A subcommittee for the American Academy of Pediatrics (AAP) has released a policy statement on eye examinations in infants, children, and young adults. The report focuses on the importance of early detection and prompt treatment of ocular disorders in children to avoid permanent visual impairment. The original report was published in the April 2003 issue of Pediatrics.
Eye examinations and vision assessment are essential for detecting conditions that could lead to blindness, signify systemic disease, lead to learning problems, or be life threatening. Children should have eye examinations as neonates and at all subsequent well-child visits.
Assessments should be age-appropriate, and the most sophisticated test the child is capable of performing should be used (see accompanying table). Children do not complain of vision problems, so screening should be started as soon as possible, usually by three years of age. If a child is unable to be tested after two attempts and an abnormality is suspected, referral may be necessary. Premature infants; those with family histories of congenital cataracts, retinoblastoma, and metabolic or genetic disease; children with significant developmental delay or neurologic disorders; and those with a systemic disease also may need to be referred to a subspecialist.
|Function||Recommended tests||Referral criteria||Comments|
|Distance visual acuity||Snellen letters, Snellen numbers, tumbling E, HOTV, picture tests (Allen figures, LEA symbols)||Fewer than four of six correct on 20-foot line (15-foot line for children six years and older) with either eye tested at 10 feet monocularly (i.e., less than 10/20 or 20/40; 10/15 or 20/30 for children six years and older) or two-line difference between eyes, even within the passing range (i.e.,10/12.5 and 10/20 or 20/25 and 20/40; 10/10 and 10/15 or 20/20 and 20/30 for children six years and older)||Tests are listed in decreasing order of cognitive difficulty; the highest test that the child is capable of performing should be used; in general, the tumbling E or the HOTV test should be used for children three to five years of age and Snellen letters or numbers for children six years and older.|
|Testing distance of 10 feet is recommended for all visual acuity tests.|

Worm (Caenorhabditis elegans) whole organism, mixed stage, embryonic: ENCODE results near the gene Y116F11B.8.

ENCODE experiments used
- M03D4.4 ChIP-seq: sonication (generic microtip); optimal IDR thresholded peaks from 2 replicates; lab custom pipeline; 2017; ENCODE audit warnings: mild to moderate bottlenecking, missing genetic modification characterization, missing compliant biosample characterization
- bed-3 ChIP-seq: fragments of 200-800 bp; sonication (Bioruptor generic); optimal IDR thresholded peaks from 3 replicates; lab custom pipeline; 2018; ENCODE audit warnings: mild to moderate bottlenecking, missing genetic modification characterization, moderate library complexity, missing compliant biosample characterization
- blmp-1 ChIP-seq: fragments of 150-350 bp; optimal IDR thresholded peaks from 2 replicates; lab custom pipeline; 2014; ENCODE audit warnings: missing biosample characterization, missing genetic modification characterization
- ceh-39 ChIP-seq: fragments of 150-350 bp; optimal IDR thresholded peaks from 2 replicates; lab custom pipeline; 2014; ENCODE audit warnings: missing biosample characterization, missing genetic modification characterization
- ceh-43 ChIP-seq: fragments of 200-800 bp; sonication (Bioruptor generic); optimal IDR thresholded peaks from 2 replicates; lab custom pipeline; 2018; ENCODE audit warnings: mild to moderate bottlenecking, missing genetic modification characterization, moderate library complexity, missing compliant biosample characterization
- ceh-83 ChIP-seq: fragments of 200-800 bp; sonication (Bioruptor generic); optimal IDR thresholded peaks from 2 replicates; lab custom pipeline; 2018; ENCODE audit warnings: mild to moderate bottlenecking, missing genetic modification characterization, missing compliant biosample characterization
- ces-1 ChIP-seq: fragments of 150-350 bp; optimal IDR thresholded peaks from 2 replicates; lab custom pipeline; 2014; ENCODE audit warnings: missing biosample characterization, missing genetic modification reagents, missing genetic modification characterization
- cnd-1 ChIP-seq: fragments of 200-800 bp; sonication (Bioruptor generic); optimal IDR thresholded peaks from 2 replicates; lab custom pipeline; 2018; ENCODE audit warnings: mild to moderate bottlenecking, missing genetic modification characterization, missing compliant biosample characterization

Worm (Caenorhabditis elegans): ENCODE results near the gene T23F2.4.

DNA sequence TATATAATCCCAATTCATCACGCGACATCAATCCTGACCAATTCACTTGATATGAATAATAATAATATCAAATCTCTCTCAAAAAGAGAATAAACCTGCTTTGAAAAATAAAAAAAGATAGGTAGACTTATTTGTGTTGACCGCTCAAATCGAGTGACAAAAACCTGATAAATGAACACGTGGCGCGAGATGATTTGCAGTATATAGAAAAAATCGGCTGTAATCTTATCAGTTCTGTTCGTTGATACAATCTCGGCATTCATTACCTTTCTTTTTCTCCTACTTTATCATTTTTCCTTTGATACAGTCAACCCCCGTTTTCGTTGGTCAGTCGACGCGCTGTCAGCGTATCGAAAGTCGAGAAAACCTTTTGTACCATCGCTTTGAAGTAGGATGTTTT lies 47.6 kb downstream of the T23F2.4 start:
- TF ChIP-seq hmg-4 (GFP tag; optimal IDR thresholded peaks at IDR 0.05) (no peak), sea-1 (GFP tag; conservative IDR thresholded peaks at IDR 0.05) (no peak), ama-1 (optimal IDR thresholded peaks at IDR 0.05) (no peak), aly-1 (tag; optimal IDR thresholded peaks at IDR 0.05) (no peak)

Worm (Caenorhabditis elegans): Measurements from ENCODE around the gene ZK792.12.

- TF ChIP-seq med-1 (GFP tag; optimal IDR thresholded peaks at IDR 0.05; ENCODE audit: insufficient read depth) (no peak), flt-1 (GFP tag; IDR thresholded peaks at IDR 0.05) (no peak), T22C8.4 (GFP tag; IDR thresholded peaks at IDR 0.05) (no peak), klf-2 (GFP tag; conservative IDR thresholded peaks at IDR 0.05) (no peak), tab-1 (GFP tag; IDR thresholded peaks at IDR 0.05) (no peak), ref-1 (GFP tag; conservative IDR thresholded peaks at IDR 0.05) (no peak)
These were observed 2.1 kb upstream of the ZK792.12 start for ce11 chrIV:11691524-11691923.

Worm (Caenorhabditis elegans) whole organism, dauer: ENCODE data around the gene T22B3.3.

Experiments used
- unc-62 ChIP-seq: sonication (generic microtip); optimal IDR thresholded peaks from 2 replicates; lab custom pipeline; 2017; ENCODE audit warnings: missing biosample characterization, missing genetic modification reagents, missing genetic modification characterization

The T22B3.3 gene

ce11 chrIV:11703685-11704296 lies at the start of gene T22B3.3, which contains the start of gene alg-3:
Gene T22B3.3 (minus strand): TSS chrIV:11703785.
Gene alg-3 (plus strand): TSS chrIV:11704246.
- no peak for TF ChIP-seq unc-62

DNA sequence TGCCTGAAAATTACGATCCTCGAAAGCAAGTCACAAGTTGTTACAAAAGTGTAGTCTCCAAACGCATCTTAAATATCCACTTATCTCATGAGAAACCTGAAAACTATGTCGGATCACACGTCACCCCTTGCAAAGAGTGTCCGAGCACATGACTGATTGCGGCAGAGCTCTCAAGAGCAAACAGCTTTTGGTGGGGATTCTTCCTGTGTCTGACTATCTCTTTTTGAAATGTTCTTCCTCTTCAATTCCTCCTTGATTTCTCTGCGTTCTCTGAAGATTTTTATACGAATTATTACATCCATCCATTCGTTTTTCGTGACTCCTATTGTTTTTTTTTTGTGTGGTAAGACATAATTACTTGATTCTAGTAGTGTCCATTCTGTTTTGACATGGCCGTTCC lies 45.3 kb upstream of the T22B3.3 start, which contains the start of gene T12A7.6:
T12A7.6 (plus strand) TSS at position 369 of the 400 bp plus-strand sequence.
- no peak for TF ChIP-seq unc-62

|A line of figures is preferred over single figures.|
|The nontested eye should be covered by an occluder held by the examiner or by an adhesive occluder patch applied to the eye; the examiner must ensure that it is not possible to peek with the nontested eye.|
|Ocular alignment||Cross cover test at 10 feet (three meters)||Any eye movement||Child must be fixing on a target while cross cover test is performed.|
|Random dot E stereo test at 40 cm||Fewer than four of six correct||Direct ophthalmoscope used to view both red reflexes simultaneously in a darkened room from two to three feet away; detects asymmetric refractive errors as well.|
|Simultaneous red reflex test (Bruckner test)||Any asymmetry of pupil color, size, brightness|
|Ocular media clarity (e.g., cataracts, tumors)||Red reflex||White pupil, dark spots, absent reflex||Direct ophthalmoscope, darkened room. View eyes separately at 12 to 18 inches; white reflex indicates possible retinoblastoma.|
From newborn to three years of age, the eye evaluation should include vision assessment, ocular history, external inspection of the eyes and lids, ocular motility assessment, pupil examination, and red reflex examination. For children older than three years, the evaluation also should include an age-appropriate visual acuity measurement and an attempt at ophthalmoscopy. All children should have regular eye examinations, and newborns should be evaluated for structural abnormalities such as cataracts, corneal opacities, and ptosis. Parents should be notified of all test results and given clear instructions for any follow-up care.
The standard assessment strategy for children younger than three years is to determine whether each eye can fixate on an object, maintain fixation, and then follow the object into various gaze positions. The test should be performed binocularly and then monocularly. If the child is unable to follow these maneuvers, it is an indication of significant visual impairment. The child must be awake and alert because disinterest or poor cooperation can mimic a poor vision response. For children older than three years, physicians can use picture cards, wall charts, or vision testing machines.
The ocular history should include observations from the parents and any relevant family history involving eye disorders or early childhood use of glasses in parents or siblings. External examination includes a penlight evaluation of the lids, conjunctiva, sclera, cornea, and iris. Ocular alignment is important because strabismus can develop at any age and can represent serious orbital, intraocular, or intracranial disease. The corneal reflex test, cross cover test, and random dot E stereo test are useful in determining true strabismus.
The pupils should be equal, round, and reactive to light in both eyes. Slow or poorly reactive pupils may indicate significant retinal or optic nerve dysfunction. Sympathetic or parasympathetic abnormalities are usually indicated if one pupil is larger than the other. Larger asymmetries (greater than 1 mm) can be caused by neurologic disorders. The red reflex test is used to detect opacities in the visual axis, abnormalities of the back of the eye, and amblyogenic conditions. The red reflex seen in each eye should be bright reddish-yellow (light gray in darkly pigmented, brown eyes) and identical in both eyes. Any asymmetry in color, brightness, or size is indicative of a problem.
Visual acuity testing is recommended for all children beginning at three years of age. If the child does not cooperate, another attempt should be made in four to six months. If the child is four years or older, the second attempt should be made in one month.